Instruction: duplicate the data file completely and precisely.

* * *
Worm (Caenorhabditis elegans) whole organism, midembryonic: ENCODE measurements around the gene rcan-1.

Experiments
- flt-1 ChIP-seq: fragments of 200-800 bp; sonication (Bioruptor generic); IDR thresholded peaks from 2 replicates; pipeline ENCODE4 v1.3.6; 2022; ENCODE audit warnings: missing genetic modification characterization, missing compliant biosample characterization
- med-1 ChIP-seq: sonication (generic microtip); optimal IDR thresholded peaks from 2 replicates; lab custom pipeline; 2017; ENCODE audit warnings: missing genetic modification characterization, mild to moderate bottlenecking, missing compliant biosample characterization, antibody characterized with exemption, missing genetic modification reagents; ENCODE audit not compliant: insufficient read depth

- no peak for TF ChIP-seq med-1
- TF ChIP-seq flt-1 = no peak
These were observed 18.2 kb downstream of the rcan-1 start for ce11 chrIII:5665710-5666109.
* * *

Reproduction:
Worm (Caenorhabditis elegans) whole organism, midembryonic: ENCODE measurements around the gene rcan-1.

Experiments
- flt-1 ChIP-seq: fragments of 200-800 bp; sonication (Bioruptor generic); IDR thresholded peaks from 2 replicates; pipeline ENCODE4 v1.3.6; 2022; ENCODE audit warnings: missing genetic modification characterization, missing compliant biosample characterization
- med-1 ChIP-seq: sonication (generic microtip); optimal IDR thresholded peaks from 2 replicates; lab custom pipeline; 2017; ENCODE audit warnings: missing genetic modification characterization, mild to moderate bottlenecking, missing compliant biosample characterization, antibody characterized with exemption, missing genetic modification reagents; ENCODE audit not compliant: insufficient read depth

- no peak for TF ChIP-seq med-1
- TF ChIP-seq flt-1 = no peak
These were observed 18.2 kb downstream of the rcan-1 start for ce11 chrIII:5665710-5666109.